Dr. Alan McMillan: Tseshaht Archaeological Project
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Tseshaht Archaeological Project
This archaeological research project in the Broken Group Islands of Barkley Sound, western Vancouver Island, is jointly sponsored by the Tseshaht First Nation and Parks Canada. These islands, now within Pacific Rim National Park Reserve, are the traditional homeland of the Tseshaht, a Nuu-chah-nulth group now resident at Port Alberni, B.C. Fieldwork in 1999, 2000 and 2001 focused on Benson Island, one of the outer Broken Group, where the ancient village of Ts'ishaa once stood. Tseshaht oral histories identify this as their origin place, where First Man and First Woman were created. Later accounts, told by Tseshaht elders to the anthropologist Edward Sapir early in this century, identify the social groups that once lived at this site and tell of large plank houses with painted images on the fronts that once stood there.
The archaeological research team, led by Alan McMillan and Denis St. Claire, has excavated several deep trenches across the remains of the village. Deposits up to four metres deep consist largely of clam and mussel shells, revealing a way of life heavily reliant upon the resources of the sea. The people who dwelt at this open-ocean location also relied on taking a wide variety of fish and hunting sea lions and whales. Accounts by Tseshaht elders of the great whalers who once lived at this village were supported by several discoveries of large stacks of whale bones, including one where the mussel shell blade of an ancient harpoon head was still deeply embedded in the back of the skull. In addition, over 700 artifacts were recovered. Most are sharpened splinters of bone that once served as parts of fishing gear, although a decorated bone comb and a highly polished jet pendant provide evidence of other aspects of life. Archaeological remains from the main village area cover the last two millennia in age.
On an elevated ridge behind the main village, even earlier evidence was discovered. This land surface was occupied when sea levels were about three metres higher than they are today. Waves once broke at the base of this ridge, prior to the gradual lifting of the land and the build-up of the later village below. Radiocarbon dates show that this portion of the site was first occupied over 5000 years ago, providing the oldest archaeological evidence now known from the west coast of Vancouver Island. Artifacts recovered from this area, consisting mainly of crudely chipped stone objects, are markedly different than those from the later village.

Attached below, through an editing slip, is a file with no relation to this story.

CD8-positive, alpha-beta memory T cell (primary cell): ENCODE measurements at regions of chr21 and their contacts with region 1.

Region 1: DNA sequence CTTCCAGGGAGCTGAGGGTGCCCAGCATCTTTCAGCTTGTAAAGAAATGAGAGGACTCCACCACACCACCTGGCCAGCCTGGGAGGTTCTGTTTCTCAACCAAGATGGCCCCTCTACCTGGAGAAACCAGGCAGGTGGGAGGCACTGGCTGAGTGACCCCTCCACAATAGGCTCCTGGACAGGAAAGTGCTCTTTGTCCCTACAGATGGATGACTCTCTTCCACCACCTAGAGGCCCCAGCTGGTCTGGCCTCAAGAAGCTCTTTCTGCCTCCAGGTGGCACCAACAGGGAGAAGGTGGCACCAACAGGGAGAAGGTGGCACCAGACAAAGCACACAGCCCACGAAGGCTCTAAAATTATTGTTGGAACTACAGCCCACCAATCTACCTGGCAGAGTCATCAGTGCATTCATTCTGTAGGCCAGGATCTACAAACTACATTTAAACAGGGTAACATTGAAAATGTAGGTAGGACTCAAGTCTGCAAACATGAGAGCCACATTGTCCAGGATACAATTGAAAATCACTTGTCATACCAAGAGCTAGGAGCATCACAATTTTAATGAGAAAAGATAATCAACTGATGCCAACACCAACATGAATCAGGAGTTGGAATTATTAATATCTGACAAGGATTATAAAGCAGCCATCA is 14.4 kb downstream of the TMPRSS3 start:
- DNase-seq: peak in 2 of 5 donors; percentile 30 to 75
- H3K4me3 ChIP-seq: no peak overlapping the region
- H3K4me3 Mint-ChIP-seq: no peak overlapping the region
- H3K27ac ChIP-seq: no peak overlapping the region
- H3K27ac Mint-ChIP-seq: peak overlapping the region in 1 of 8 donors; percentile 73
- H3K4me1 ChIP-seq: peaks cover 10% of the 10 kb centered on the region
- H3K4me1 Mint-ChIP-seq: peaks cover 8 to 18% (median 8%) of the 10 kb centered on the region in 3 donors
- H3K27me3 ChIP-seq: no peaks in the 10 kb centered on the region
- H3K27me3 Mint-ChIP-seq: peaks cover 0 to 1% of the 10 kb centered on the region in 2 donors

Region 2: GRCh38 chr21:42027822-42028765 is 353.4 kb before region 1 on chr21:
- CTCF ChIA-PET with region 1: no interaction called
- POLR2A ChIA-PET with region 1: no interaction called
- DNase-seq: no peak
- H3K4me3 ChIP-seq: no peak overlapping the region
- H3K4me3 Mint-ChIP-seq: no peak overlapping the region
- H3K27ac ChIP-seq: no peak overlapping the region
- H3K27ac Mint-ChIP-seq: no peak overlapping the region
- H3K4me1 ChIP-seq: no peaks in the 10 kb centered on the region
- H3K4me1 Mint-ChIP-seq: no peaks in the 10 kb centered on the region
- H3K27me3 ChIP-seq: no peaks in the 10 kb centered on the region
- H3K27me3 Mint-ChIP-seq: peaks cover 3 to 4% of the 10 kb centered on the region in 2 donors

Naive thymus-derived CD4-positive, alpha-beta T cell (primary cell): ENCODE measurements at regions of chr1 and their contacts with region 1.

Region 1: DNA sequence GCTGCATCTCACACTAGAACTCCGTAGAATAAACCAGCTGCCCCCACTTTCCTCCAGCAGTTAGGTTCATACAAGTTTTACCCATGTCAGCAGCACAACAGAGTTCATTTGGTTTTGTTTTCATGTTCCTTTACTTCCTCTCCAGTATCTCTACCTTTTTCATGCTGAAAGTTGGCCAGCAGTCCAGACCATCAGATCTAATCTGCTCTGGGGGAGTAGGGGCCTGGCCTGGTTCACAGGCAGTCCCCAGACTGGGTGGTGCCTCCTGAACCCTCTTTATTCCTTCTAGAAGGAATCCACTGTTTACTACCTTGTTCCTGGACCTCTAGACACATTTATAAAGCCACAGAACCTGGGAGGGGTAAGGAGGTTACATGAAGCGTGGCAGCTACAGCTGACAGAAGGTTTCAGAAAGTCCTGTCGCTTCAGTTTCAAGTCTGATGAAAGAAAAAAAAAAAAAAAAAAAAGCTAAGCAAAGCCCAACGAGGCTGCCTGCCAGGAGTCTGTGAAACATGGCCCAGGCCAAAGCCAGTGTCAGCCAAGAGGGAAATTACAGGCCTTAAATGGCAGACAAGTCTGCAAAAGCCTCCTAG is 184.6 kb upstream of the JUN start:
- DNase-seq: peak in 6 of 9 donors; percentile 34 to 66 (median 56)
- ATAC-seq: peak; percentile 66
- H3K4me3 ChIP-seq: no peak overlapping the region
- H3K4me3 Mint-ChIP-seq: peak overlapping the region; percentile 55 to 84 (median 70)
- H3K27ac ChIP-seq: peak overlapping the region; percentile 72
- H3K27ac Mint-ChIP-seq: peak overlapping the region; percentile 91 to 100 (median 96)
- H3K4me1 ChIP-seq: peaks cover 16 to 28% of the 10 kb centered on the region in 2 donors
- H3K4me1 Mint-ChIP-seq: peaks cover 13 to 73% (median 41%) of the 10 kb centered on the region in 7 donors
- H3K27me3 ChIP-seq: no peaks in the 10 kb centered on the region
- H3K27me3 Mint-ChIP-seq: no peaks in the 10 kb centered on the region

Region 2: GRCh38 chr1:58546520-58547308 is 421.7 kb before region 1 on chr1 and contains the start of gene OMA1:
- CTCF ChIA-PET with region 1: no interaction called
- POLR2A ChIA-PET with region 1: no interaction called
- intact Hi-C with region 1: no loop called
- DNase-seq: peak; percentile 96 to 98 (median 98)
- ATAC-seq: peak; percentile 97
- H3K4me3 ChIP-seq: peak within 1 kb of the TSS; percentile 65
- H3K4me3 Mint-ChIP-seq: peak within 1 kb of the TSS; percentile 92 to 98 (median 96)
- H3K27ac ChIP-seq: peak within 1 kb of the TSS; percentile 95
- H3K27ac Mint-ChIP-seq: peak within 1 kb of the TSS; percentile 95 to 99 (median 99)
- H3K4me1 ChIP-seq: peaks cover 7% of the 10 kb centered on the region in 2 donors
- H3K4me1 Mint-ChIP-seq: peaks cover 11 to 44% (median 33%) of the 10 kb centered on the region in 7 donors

Public education plays an important role in this project. Over the last three summers of fieldwork, more than 2200 visitors to this island portion of Pacific Rim National Park have viewed the excavation in progress. Tseshaht guides explained the history of the site and of the Tseshaht people, providing visitors with a greater understanding of this beautiful archipelago. Another major focus was to provide training for Tseshaht youth, who made up a significant portion of the excavation crew, in research into their own history and culture. Tseshaht elders and other community members took an active interest, making the lengthy journey from Port Alberni to see the excavation in progress on several occasions. The Tseshaht are actively working with Pacific Rim Park to protect their heritage resources in the park and to make visitors aware of their lengthy history in this area.